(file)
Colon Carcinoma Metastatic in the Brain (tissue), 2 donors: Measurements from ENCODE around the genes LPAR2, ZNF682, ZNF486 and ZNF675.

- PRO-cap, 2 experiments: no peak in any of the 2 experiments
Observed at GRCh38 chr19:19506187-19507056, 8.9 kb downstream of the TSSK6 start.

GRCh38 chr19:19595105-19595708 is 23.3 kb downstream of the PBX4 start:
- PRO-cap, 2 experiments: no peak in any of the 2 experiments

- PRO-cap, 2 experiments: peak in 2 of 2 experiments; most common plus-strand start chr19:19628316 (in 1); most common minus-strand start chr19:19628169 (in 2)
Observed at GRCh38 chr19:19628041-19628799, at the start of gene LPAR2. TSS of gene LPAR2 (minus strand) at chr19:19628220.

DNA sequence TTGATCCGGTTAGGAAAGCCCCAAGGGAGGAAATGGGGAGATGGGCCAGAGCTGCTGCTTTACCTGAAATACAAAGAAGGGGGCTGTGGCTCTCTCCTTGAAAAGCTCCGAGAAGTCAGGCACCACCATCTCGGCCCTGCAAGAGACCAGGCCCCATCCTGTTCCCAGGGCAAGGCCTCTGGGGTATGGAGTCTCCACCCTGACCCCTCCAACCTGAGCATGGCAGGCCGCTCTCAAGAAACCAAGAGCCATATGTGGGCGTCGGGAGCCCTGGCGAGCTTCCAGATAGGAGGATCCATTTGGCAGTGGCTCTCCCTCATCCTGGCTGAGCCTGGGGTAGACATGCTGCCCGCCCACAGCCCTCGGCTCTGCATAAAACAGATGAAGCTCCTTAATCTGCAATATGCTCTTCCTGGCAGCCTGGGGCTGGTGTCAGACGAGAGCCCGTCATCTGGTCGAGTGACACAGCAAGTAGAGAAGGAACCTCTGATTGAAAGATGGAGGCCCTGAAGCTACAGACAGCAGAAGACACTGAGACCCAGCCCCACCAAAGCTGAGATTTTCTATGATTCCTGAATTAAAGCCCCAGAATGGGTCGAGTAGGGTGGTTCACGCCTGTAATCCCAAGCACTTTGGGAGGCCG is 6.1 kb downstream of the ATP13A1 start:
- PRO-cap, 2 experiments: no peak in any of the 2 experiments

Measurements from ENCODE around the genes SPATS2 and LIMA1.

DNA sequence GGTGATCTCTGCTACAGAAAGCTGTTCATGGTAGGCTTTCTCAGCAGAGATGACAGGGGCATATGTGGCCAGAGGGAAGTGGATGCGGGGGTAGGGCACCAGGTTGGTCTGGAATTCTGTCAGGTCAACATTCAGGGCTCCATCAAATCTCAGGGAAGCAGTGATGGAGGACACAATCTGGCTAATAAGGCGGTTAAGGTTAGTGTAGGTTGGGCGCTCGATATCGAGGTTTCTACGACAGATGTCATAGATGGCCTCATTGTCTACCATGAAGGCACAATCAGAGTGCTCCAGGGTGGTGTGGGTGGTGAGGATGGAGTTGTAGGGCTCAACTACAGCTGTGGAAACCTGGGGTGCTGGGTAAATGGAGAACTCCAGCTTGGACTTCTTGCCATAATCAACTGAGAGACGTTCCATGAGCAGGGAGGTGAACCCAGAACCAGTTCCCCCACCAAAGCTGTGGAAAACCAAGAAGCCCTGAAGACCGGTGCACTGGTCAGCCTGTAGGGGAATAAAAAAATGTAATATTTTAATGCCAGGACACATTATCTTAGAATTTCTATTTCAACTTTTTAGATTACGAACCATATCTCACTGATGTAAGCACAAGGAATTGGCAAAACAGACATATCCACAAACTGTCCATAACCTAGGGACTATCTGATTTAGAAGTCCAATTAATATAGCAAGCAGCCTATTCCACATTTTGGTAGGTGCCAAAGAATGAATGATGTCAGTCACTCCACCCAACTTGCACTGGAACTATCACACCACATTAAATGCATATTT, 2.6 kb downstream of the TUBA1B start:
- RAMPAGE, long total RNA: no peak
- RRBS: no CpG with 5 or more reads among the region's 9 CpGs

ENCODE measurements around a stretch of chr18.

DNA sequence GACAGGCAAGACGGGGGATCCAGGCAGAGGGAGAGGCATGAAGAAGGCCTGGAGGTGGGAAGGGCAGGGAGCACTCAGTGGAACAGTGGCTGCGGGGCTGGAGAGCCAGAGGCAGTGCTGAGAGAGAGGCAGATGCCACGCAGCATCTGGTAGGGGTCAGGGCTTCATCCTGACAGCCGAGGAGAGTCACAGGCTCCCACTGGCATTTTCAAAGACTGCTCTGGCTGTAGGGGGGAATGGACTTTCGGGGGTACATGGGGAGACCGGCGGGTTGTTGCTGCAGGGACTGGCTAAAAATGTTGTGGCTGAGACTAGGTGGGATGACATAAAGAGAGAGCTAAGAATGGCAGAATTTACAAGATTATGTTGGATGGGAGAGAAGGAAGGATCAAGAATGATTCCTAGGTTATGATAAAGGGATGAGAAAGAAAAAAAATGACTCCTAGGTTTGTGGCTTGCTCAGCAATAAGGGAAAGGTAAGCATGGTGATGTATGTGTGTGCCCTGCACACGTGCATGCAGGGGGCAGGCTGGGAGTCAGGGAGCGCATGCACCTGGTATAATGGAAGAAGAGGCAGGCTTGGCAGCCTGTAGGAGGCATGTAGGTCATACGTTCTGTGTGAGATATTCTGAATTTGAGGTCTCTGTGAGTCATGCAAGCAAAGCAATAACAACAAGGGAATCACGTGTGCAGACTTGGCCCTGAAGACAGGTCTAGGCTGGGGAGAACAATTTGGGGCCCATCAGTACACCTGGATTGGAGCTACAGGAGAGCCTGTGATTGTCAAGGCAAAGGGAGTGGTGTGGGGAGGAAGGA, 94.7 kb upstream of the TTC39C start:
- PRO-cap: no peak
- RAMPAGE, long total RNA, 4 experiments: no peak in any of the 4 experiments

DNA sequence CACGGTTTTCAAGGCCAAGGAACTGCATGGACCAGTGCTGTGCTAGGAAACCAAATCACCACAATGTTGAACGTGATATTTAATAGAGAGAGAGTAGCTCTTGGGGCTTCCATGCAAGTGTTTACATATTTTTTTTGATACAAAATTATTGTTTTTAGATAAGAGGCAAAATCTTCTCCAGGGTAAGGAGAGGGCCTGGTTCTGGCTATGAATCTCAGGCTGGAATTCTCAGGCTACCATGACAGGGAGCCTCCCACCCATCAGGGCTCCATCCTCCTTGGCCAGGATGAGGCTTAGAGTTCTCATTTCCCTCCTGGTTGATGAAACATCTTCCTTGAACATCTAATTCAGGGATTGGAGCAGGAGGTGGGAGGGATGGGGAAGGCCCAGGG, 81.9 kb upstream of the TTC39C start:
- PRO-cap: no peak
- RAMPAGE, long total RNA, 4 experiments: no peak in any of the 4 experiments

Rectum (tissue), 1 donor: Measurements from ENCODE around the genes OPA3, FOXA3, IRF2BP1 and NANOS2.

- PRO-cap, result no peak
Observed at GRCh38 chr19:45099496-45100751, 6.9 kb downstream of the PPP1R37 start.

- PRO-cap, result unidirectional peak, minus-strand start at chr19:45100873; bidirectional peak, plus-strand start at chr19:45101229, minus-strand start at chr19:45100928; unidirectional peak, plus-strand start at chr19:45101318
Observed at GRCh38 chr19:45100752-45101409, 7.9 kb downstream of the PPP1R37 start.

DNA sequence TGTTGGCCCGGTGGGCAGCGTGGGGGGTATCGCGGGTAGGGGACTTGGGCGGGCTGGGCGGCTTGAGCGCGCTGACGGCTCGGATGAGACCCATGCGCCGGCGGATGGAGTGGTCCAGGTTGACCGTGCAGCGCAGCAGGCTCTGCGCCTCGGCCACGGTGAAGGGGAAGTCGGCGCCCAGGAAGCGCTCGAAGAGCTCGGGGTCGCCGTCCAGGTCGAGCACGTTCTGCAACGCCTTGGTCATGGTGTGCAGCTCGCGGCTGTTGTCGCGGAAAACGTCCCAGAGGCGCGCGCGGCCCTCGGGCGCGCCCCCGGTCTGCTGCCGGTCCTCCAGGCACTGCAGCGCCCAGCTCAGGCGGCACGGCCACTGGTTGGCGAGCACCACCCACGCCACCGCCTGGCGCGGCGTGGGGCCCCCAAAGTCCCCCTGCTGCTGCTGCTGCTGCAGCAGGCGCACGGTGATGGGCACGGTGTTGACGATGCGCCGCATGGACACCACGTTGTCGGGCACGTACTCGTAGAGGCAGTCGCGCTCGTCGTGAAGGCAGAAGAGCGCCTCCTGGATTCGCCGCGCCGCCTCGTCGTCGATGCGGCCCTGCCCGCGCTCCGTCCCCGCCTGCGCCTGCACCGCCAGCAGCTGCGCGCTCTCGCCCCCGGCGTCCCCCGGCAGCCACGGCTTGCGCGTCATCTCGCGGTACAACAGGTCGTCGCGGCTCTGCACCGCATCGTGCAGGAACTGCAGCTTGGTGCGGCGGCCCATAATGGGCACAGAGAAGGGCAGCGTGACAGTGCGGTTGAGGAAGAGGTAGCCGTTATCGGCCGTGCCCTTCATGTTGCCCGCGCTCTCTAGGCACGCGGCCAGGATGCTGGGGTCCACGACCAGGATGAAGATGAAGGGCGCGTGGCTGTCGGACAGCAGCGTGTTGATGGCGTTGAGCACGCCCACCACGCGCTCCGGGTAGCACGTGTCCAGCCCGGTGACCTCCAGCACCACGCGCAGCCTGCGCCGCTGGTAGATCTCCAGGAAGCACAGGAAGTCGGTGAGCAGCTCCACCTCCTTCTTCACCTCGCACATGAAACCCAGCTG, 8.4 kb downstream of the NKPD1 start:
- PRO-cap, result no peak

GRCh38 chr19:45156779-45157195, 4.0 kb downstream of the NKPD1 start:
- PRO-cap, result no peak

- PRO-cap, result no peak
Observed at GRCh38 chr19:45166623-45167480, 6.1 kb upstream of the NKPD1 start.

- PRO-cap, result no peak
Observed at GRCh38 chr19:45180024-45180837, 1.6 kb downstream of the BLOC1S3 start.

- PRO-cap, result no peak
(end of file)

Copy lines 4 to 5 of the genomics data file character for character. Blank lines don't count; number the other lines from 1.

GRCh38 chr19:19595105-19595708 is 23.3 kb downstream of the PBX4 start:
- PRO-cap, 2 experiments: no peak in any of the 2 experiments